Suspension of Western Wall deal leaves Jewish leaders feeling betrayed
They’ve tried strongly-worded statements. They’ve tried private meetings with the prime minister. They’ve tried negotiations, protest and prayer.
But for the past five years, despite broad internal consensus and consistent pressure, the American Jewish establishment has been unable to persuade Israel’s government to create an equitable space for non-Orthodox prayer at the Western Wall.
The latest setback in that fight came Sunday, when Prime Minister Benjamin Netanyahu announced the suspension of a 2016 agreement to expand the holy site’s southern section, used for egalitarian prayer, and appoint an interdenominational commission to oversee it. The compromise was a result of three years of negotiation between the Jewish Agency for Israel, non-Orthodox leaders, the Israeli government and the Western Wall’s Charedi Orthodox management.
Work to expand the egalitarian section will continue during the suspension. But a new agreement will now be negotiated by Israel’s cabinet, and will need to come to a new vote before moving forward.
The suspension is a result of pressure from Netanyahu’s Charedi Orthodox partners, who allowed the compromise to pass last year but have since railed against it, blocking its implementation. American Jewish leaders had hailed the agreement last year as a step forward for Jewish pluralism, and at the time, Netanyahu called it a “fair and creative solution.”
Now, the American Jewish leaders who pushed for the agreement say they feel betrayed by Netanyahu. They will be meeting in Israel this week to discuss a response, and the Jewish Agency will hold a special session Monday to discuss the issue. But no leaders committed to concrete plans for a response, beyond continued vocal protest.
“It’s deeply troubling and very disappointing that they would suspend the implementation of this resolution,” Jerry Silverman, CEO of the Jewish Federations of North America, told JTA Sunday. “We are going to be assertive in asking what’s next.”
Various advocates for the agreement have warned of a crisis among American non-Orthodox Jews should the compromise collapse. Last year, Rabbi Rick Jacobs, president of the Union for Reform Judaism, said the collapse of the deal “will signal a very serious rupture in the relationship between North American Jewry and the State of Israel.”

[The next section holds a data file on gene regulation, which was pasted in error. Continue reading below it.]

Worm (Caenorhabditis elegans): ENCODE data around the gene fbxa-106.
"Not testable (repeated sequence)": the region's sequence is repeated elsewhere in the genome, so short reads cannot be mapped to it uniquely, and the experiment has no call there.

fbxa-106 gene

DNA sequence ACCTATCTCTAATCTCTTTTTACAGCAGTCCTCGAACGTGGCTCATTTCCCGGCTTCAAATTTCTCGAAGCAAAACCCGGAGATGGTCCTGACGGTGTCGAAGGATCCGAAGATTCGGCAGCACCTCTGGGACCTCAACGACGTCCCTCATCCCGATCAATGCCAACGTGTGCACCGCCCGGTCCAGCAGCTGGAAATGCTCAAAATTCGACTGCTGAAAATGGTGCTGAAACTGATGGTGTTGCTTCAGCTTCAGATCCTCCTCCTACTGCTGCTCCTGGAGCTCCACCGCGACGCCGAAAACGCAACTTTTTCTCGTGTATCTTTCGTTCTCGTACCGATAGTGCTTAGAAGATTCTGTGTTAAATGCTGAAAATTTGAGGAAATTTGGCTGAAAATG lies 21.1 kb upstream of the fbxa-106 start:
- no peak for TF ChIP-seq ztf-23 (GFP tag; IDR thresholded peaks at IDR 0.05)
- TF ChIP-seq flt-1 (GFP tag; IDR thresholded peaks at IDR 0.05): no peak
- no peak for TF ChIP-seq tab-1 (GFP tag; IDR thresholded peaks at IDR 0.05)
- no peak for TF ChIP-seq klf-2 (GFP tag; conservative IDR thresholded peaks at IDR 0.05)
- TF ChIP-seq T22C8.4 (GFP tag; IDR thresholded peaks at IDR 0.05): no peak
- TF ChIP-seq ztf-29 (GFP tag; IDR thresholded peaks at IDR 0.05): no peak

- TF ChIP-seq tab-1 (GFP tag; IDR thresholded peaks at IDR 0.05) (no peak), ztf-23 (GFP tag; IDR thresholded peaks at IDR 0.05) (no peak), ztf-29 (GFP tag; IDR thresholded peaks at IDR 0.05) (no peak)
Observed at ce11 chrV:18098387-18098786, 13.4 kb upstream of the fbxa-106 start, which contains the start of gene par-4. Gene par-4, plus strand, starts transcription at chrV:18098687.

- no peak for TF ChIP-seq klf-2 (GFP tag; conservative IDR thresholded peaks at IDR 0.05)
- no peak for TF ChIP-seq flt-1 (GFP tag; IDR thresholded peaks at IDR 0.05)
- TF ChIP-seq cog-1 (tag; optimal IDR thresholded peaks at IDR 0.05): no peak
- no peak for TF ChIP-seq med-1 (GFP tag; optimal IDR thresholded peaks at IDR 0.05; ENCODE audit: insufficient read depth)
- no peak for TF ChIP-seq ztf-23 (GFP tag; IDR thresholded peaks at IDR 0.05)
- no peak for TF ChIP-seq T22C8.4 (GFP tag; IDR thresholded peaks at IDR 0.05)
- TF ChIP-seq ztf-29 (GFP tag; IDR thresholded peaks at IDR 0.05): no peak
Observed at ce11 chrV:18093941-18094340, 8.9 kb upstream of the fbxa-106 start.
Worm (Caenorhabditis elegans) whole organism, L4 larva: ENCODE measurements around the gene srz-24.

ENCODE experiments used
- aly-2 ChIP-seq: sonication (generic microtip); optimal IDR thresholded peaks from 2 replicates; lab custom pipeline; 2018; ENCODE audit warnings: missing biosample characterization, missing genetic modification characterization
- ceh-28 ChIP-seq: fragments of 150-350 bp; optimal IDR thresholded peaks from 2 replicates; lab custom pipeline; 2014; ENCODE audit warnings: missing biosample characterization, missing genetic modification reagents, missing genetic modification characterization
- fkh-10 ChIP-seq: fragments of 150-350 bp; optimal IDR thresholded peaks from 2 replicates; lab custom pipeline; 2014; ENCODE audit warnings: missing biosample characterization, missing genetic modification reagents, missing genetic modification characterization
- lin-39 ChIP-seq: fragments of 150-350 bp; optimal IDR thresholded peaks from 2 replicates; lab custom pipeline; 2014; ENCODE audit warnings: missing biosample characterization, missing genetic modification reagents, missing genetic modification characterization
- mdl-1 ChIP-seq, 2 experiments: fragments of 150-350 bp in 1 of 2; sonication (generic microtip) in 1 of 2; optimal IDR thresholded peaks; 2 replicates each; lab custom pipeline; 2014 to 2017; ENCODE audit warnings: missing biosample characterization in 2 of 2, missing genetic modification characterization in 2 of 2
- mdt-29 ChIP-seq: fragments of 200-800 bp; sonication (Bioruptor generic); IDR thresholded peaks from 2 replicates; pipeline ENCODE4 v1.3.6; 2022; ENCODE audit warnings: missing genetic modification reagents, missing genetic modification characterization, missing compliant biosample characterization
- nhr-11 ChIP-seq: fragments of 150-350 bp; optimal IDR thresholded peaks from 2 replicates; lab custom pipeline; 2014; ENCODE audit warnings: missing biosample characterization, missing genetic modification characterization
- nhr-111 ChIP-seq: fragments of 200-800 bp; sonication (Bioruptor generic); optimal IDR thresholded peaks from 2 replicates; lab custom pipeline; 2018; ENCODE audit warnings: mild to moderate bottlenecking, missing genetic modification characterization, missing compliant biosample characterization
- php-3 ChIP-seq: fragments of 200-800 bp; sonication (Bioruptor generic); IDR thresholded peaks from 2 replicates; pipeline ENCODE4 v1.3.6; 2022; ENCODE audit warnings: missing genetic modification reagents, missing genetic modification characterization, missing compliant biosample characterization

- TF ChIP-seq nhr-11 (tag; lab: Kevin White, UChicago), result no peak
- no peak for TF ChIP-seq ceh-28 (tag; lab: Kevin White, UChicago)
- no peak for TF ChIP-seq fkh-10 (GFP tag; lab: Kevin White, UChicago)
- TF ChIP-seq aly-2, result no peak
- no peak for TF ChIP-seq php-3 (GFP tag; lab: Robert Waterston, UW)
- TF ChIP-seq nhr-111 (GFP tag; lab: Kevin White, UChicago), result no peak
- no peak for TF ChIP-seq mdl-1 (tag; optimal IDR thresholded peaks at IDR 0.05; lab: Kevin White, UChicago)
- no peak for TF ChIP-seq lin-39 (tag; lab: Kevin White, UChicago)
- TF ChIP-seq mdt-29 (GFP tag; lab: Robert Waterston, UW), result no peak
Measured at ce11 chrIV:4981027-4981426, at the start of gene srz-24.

On Sunday, Jacobs expressed strong disappointment in the suspension, but did not say it would lead to any concrete loss of support for Israel from the Reform movement. He included it in a list of recent Israeli government decisions the Reform movement opposes, including recent legislation to bar supporters of Israel boycotts from entering the country, and another law legalizing Israeli settlements’ appropriation of Palestinian land.
“This decision screams out that when all is said and done, the state of Israel and government of Israel is willing to sell our rights and our well-being for coalition politics,” he told JTA. “This does not add up to be a compelling example of what all of us understand Jewish life to be, and if there’s growing dissonance between those who lead the state of Israel and those who lead American Jewry, the consequences are serious.”
Rabbi Julie Schonfeld, executive vice president of the United Synagogue of Conservative Judaism, said the best way forward for non-Orthodox leaders may be Israel’s Supreme Court. A court petition filed by a range of Israeli pluralist groups in 2013 seeks to compel the government to provide for non-Orthodox prayer at the wall, but had been tabled while the 2016 agreement was being negotiated and implemented.
Now that the agreement is suspended, Schonfeld feels the Supreme Court may rule favorably on the petition, forcing the government to accede to non-Orthodox demands.
“The Israeli Supreme court seems to be the only governmental venue that appreciates the long-term impact of Israel advocating its role as the home for all Jews,” she said. “Inevitably, we will find our way back to the courts. We will continue to protest.”
A range of other groups have also criticized Sunday’s decision, including the American Jewish Committee, the Women of the Wall prayer group, the Israel Democracy Institute think tank and the Jewish Agency, whose chairman, Natan Sharansky, was one of the architects of the 2016 agreement.
“After four years of intense negotiations, we reached a solution that was accepted by all major denominations and was then adopted by the government and embraced by the world’s Jewish communities,” Sharansky said in a statement. “Today’s decision signifies a retreat from that agreement and will make our work to bring Israel and the Jewish world closer together increasingly more difficult.”
Non-Orthodox leaders also decried the Israeli government’s advancing a bill to centralize authority for Jewish conversions under the Israeli Chief Rabbinate, a Charedi Orthodox body. Silverman compared the bill to a 2010 bill on conversions in Israel, which American Jewish groups also opposed because they argued it would delegitimize non-Orthodox conversions.
“The conversion bill that was approved by the ministerial committee and Knesset is one that definitively changes the status quo in conversions,” Silverman said. “This is something that almost every 10 years comes up, and would have a dramatic effect on who is a Jew, which obviously has a significant impact.”